Busyness, Misconstrued

Published April 19, 2001

The Catholic Difference

Driving down a Washington thoroughfare recently, I was passed by a Metrobus with a stunning rear advertisement—so stunning, in fact, that I pulled in behind the bus at its next stop to copy the text.

The ad featured a young African-American teenager, male, poised somewhere between childhood and adolescence; if he had shaved twice, I’d be surprised. The large-print text read: “Gettin’ Busy? Be Safe, Get Tested.” The smaller print continued, “If you’re between 13 and 24, call to find out where you can get tested year round. It’s safe, friendly, and free.” The phone number was for a local AIDS clinic.

A week or so later, former NFL wide receiver Rae Carruth of the Carolina Panthers was convicted of conspiracy to murder his pregnant girlfriend, Cherica Adams, and sentenced to at least eighteen years in prison. In a television interview after his conviction, Mr. Carruth disputed the prosecution’s claim that he and Ms. Adams were well-acquainted in these chilling terms: “As far as Cherica and I are concerned, we never dated. We were never boyfriend and girlfriend…We slept together…There was no conversation.”

That is what “gettin’ busy” means. It means sex as another contact sport. There is neither safety, nor friendship, nor freedom in it for anyone concerned.

Pope John Paul II’s “theology of the body,” and my interpretation of it in Witness to Hope, have been criticized for being impossibly high-minded, most recently by the distinguished biblical scholar Luke Timothy Johnson, writing in Commonweal. That Washington Metrobus ad, and Rae Carruth’s unintentionally revealing description of his non-relationship with a woman he regarded as a disposable sex-toy, raise an important question: if not John Paul’s “theology of the body” and its celebration of the gift of sexual love as a means for deepening a genuinely human relationship, then what?

The sexual revolution promised to liberate us from the shackles of prudery and repression and the dishonesty of sexual hypocrisy; its aims, advocates claimed, were profoundly humanistic. But what have been the results? Skyrocketing divorce rates. Epidemics of sexually-transmitted disease. The lowest birth-rates in recorded human history, in parts of western Europe. The abortion industry. A multi-billion trade in pornography. Wives traded-in for newer models, like cars, and men stuck in perpetual adolescence. Teenagers robbed of innocence and taught two contradictory messages: “gettin’ busy” is normal, indeed expected, and “gettin’ busy” can kill you. Is it any wonder that young people today travel in packs?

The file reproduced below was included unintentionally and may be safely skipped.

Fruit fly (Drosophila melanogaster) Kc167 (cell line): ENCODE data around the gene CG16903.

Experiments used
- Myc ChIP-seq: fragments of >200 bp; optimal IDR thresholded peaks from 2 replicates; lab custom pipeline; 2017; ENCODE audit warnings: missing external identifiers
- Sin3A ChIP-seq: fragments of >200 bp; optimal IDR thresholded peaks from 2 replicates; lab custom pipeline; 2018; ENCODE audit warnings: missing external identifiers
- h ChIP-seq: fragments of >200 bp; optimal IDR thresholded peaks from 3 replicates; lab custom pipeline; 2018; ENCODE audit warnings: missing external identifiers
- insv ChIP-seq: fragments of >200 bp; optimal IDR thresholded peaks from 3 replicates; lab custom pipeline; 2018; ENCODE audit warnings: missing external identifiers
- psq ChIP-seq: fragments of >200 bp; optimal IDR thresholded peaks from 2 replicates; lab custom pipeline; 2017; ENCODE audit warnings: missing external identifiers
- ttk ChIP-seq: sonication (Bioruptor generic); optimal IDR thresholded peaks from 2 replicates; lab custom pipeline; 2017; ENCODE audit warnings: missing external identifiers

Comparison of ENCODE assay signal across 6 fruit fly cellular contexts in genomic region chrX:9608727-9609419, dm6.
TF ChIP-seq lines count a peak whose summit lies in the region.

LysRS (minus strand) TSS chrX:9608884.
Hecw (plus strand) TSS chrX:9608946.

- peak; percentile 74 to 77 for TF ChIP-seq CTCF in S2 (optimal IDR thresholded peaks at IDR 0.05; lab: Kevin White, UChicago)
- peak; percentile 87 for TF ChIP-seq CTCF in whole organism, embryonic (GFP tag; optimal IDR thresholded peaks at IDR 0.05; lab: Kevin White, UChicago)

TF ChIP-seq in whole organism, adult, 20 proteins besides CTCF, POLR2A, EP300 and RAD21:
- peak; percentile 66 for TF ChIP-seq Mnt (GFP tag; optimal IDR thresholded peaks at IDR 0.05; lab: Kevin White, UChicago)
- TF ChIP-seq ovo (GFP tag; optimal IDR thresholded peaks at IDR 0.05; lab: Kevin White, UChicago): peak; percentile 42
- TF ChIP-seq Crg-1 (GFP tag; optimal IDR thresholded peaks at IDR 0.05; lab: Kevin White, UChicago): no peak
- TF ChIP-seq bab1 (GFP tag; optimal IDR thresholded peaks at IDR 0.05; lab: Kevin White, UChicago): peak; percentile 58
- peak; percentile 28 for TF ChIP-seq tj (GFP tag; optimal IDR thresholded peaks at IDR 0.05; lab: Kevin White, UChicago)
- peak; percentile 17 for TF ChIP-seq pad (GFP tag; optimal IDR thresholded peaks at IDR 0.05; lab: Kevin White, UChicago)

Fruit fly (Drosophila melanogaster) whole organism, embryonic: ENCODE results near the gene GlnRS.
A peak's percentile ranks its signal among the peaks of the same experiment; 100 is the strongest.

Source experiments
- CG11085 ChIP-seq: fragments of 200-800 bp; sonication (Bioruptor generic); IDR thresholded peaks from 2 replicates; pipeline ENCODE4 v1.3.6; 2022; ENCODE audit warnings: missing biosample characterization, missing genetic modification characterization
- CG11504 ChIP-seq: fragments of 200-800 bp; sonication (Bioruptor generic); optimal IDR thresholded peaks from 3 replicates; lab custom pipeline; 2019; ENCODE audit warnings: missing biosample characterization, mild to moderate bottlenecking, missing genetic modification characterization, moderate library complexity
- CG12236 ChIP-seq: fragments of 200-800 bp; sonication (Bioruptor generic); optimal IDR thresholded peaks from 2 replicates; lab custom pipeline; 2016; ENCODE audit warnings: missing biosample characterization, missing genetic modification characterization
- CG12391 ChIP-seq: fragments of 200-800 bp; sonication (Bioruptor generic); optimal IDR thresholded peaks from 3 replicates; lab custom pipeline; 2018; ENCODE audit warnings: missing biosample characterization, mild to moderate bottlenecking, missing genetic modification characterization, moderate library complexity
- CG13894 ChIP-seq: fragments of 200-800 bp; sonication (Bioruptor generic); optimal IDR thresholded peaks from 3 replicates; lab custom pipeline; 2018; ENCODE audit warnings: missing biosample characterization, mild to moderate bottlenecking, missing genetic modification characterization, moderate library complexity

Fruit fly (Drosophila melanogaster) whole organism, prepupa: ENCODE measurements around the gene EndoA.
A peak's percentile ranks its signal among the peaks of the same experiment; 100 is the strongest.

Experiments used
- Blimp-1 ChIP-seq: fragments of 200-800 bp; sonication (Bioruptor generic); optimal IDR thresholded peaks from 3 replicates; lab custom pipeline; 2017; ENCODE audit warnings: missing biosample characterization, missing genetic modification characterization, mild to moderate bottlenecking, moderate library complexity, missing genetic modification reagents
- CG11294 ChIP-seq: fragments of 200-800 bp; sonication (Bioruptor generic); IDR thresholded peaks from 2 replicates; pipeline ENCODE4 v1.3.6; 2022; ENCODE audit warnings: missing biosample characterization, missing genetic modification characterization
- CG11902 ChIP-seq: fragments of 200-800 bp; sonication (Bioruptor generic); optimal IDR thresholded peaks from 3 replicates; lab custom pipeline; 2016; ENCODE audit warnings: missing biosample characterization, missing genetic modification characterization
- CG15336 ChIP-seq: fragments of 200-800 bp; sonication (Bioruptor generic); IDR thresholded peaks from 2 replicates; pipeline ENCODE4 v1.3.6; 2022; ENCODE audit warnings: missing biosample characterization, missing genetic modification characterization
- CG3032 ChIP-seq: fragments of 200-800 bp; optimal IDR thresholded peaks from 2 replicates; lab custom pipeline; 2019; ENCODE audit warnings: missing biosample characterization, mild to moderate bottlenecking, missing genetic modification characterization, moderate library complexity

Telling a young man, of any race, that “gettin’ busy” is just the way things are is not realism; it’s cynicism of the most profoundly corrupting sort. It is to suggest that human sexuality is no different that animal sexuality, instinctive and impersonal. Not so long ago, we wouldn’t have called this “gettin’ busy,” as if it were the moral equivalent of studying algebra, learning to hit the curve ball, shaving without cutting yourself, or any of the other adolescent male rites of passage. We would have called it “rutting.” And we would have been right to do so.

Chastity, in John Paul II’s theology of the body, is what the Pope calls “the integrity of love.” It is the virtue that allows us to love another as a person, rather than to use another as a pleasure-object. It is a virtue that calls us, not simply to self-control (which is a psychological accomplishment), but to self-mastery, which is a moral and spiritual achievement, under grace. No one ever said, or ever should say, that this is easy. It isn’t. But what is more genuinely human? To challenge young men and women to lives of moral heroism, knowing that they will fall short of the mark—and then helping them seek reconciliation in order to try again? Or lowering the bar of expectation, to the point where the only response to “gettin’ busy” is a blood test?

The “theology of the body” is surely open to scholarly debate and critique. But until the critics have a better answer to that Metrobus ad and to the Rae Carruths of this world than complaints about papal high-mindedness, they won’t be part of the solution to one of the great human tragedies of our time.

George Weigel is Distinguished Senior Fellow of the Ethics and Public Policy Center in Washington, D.C. and holds EPPC’s William E. Simon Chair in Catholic Studies.

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